-Ray
     
    • Like Like x 3
  7. drd1135

    drd1135 SC Hall of Famer

    Jul 13, 2011
    Southwest Virginia
    Steve
    I see people build houses on flood plains all the time. The land is cheap and it's all they can afford. In the 27 years I've been in this part of VA, I've seen two floods that were serious enough to take out houses. Some moved on and some rebuilt. This is the same drive that let our species settle new continents.
     
    • Like Like x 1
  8. Ray Sachs

    Ray Sachs SC Legend

    Sep 21, 2010
    Not too far from Philly
    you should be able to figure it out...
    In areas with little enough development, it usually isn't a problem. In areas with more development, the development creates the problem for downstream properties, which we also encourage to be built upon. You know what the frequency of the mythical 100 year storm is in lots of exurban and suburban areas? About once every five years or so in a lot of locations. And barrier islands are specifically designed by nature/god (your choice) to protect mainland areas - they're mean to MOVE, not to stay forever in one place. And building on them is beyond asking for trouble - it's INSISTING on trouble.

    Regardless, it's one thing if people want to build in a floodplain and assume all the risk. But when the federal government encourages them to build there by insuring them against damages, I've got a real problem with that. And I'm a pretty far left liberal on a lot of things, so I'm not an anti-government person on many issues - but that's just stupid government IMHO...

    -Ray
     
    • Like Like x 1
  9. Luke

    Luke Super Moderator

    Nov 11, 2011
    Milwaukee, WI USA
    Luke
    Just a reminder that discussions of a political nature are not allowed on the website.
     
    • Like Like x 2
  10. Lawrence A.

    Lawrence A. SC All-Pro

    Nov 8, 2012
    New Mexico
    Larry
    Here in Albuquerque the city has grown deeply into the foothills of the Sandia mountains that border us on the east. The mountains themselves were in part formed when a huge and still existing fault along the Rio Grande pushed them up some 10,000 ft; you can see the diagonal of the geological layers on the mountains. It's very interesting. But eventually -- who knows when? -- there will be a major earthquake in Albuquerque, and those huge boulders already perched precariously on the eastern slope wlll come rumbling down, crushing anything in their path, including some very nice homes of friends of mine, assuming that they are not long gone already.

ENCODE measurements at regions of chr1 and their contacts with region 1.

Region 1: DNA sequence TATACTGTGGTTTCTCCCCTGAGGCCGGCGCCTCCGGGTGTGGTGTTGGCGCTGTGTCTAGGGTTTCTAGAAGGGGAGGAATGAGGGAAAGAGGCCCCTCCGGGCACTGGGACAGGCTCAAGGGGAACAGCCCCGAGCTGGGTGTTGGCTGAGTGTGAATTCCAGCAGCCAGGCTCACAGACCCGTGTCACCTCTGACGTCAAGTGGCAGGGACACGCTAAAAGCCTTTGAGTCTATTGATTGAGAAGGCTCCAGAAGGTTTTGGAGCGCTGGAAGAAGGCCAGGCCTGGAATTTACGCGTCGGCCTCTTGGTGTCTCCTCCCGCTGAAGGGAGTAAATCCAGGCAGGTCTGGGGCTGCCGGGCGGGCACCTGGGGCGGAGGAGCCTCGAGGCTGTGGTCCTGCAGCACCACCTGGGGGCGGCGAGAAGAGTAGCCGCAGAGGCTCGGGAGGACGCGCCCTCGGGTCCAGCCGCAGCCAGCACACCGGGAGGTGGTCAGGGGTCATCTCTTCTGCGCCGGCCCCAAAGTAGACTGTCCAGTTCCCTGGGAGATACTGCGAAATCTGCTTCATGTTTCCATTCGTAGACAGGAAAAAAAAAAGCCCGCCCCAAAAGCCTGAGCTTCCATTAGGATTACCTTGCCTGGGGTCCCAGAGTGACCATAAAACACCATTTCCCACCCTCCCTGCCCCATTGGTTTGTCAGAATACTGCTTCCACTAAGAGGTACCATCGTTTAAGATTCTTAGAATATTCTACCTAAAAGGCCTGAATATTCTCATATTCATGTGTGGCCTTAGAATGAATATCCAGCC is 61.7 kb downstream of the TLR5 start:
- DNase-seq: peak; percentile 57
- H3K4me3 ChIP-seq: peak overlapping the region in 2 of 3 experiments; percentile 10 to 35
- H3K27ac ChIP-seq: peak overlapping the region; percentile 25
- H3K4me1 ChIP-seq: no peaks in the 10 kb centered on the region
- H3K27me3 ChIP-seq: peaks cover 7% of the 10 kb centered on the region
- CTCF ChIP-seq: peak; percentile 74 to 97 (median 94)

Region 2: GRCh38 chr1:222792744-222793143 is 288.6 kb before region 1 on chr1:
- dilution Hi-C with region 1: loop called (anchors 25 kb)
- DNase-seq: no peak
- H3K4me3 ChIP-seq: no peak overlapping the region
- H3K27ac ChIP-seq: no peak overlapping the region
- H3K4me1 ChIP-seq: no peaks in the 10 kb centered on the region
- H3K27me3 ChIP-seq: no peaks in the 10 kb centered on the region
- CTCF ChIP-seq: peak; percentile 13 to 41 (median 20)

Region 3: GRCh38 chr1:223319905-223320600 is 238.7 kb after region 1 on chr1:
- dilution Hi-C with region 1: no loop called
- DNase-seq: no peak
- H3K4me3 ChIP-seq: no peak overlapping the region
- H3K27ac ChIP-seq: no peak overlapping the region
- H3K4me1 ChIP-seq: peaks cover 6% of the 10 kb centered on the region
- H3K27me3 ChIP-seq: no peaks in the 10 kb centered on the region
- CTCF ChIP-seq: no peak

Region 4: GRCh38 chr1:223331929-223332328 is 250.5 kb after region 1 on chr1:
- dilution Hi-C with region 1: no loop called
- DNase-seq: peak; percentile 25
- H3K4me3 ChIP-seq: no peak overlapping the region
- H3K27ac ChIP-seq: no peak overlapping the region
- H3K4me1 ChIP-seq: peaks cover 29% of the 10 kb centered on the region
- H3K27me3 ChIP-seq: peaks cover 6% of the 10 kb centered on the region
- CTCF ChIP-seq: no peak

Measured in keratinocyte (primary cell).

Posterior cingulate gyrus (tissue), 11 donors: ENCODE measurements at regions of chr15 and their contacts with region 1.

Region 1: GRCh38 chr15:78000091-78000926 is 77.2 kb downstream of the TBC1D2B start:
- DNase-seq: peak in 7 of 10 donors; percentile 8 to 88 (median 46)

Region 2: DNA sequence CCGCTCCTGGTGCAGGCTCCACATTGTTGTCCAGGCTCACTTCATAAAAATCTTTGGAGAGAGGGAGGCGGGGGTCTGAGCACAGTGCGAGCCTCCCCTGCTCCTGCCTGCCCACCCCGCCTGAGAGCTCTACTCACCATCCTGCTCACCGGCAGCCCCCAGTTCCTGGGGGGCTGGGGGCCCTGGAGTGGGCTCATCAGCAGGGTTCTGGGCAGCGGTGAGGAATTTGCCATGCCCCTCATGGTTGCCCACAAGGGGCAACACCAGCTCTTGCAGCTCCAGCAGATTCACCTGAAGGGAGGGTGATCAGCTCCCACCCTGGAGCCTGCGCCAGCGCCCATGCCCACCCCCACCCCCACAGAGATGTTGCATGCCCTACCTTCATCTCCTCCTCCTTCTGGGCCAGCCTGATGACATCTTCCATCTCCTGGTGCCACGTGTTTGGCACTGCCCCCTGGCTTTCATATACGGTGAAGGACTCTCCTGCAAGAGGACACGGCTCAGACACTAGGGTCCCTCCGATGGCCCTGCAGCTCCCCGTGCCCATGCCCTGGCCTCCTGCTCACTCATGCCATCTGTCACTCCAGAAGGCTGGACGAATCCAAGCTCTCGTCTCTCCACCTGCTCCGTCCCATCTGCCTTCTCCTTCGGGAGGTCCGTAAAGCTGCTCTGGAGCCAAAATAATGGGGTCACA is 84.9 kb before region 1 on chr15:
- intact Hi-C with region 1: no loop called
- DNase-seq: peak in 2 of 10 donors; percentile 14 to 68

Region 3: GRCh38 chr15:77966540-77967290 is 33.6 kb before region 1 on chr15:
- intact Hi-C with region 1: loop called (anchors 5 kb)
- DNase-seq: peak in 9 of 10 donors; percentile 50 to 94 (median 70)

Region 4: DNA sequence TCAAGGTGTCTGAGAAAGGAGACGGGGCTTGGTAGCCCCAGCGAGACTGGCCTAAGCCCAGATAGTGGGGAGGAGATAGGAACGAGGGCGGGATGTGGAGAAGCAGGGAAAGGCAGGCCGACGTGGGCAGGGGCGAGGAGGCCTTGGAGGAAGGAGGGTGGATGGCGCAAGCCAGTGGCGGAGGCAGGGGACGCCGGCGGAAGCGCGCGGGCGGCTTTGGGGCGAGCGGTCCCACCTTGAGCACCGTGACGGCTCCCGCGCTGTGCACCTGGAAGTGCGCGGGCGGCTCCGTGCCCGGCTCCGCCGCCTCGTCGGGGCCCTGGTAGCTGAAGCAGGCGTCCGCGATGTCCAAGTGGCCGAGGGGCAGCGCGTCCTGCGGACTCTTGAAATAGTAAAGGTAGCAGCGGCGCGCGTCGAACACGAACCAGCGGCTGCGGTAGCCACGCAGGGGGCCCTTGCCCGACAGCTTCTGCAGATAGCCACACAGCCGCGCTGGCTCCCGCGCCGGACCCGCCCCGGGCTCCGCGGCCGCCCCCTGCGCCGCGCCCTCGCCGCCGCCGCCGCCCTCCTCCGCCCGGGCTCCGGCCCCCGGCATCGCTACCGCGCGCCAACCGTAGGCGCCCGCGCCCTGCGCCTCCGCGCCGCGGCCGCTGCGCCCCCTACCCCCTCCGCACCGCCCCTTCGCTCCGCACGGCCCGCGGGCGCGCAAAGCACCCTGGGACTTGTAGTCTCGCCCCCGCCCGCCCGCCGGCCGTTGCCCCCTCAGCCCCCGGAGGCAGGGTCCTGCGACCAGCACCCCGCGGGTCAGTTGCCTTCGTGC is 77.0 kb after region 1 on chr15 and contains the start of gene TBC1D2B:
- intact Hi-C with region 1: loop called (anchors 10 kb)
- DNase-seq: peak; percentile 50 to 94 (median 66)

In this case, no one can be sure when the event will occur, and it could be eons from now, or it could be soon. Meantime, this is prime real estate, with a view of the rocky slopes of the Sandias practically in your backyard, and, to the west, a great view of the entire city and sunsets that can be spectacular. My own dream house would be a nice old abode structure in the valley, but then, if Cochiti dam to the north, an army corps of engineers project, were ever to fail, I'd be swept away in a flood. The control of the river is causing the Bosque to die, but pictures from the 1930's show flooding well into residential areas even then. We like to feel like we are safe in between the mountains and the river, but during very heavy summer rains, cars have been swept into arroyos, and not just by having been driven heedlessly through deep, flowing water. Sometimes it finds you.

    We close our doors and we all feel safe, but natural events can find us out anywhere. I live in a pretty big mobile home, and though tornadoes are rare around here, they are not unheard of. Call me dead meat if one pops up in the neighborhood. Not to mention the statistics about lightning strikes in New Mexico. And Boston, where I grew up, is ripe for a tsunami, according to some: http://www.usnews.com/news/articles/2013/04/19/study-boston-new-england-at-greatest-tsunami-risk-in-us


    All I'm saying is I weep for those people who felt safe in their houses and who nonetheless perished. It's a more wide-spread possibility than any of us would like to acknowledge. Be safe.
     
  11. Ray Sachs

    Ray Sachs SC Legend

    Sep 21, 2010
    Not too far from Philly
    you should be able to figure it out...
    Absolutely, very bad things can happen to anyone at anytime. But you play the odds and try to minimize the chances. And, frankly, the chance those poor folks took was probably lesser than the ones a LOT of people - rich, poor, and in-between - take every day in terms of where their homes are located - locating homes there was probably a lot more prudent than locating them in a LOT of places that they're located in much greater densities. Except, of course, in retrospect. I'm quite sure every time each of us gets in a car and goes out playing in traffic our odds of survival are much worse than almost anyone anywhere sitting in their home, but most of us do it pretty close to every day. So you pay your money and you take your chances. These poor souls in Snohomish County were just really damned unlucky.

    -Ray
     
    • Like Like x 2
  12. Djarum

    Djarum SC All-Pro

    Jul 10, 2010
    Huntsville, AL
    Jason
    I've lived in "Dixie Alley" now for 15 years. 3 years ago we had a big EF5 rumble about 5 miles north of the apartment and then an EF1 just half a mile north. We can always build basements and the warning systems have gotten much better over the years.

    I'm not sure what one does for mudslides like this. Thoughts and prayers are with those folks.
     
    • Like Like x 1